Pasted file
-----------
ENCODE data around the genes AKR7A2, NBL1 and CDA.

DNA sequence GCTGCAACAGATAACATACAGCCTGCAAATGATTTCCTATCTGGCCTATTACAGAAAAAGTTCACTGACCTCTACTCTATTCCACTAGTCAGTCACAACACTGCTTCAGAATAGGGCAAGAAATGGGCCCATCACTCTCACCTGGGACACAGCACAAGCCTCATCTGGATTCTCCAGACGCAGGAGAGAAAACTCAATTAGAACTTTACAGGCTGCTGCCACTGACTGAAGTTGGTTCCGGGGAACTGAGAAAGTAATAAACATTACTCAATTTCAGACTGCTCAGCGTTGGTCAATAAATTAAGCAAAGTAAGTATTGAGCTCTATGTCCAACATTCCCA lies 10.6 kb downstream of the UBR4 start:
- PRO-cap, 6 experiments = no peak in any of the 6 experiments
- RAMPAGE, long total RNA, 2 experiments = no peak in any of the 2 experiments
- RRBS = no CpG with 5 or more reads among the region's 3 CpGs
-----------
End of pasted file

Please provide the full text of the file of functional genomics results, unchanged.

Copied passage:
ENCODE data around the genes AKR7A2, NBL1 and CDA.

DNA sequence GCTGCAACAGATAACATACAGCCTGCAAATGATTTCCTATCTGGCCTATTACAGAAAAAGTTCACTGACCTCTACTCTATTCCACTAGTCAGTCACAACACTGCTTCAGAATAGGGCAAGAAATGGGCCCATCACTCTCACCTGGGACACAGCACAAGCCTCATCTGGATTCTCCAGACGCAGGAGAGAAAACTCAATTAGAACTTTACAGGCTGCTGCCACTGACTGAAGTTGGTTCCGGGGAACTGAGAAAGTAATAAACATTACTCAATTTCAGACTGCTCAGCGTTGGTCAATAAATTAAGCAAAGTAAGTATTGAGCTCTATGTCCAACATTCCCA lies 10.6 kb downstream of the UBR4 start:
- PRO-cap, 6 experiments = no peak in any of the 6 experiments
- RAMPAGE, long total RNA, 2 experiments = no peak in any of the 2 experiments
- RRBS = no CpG with 5 or more reads among the region's 3 CpGs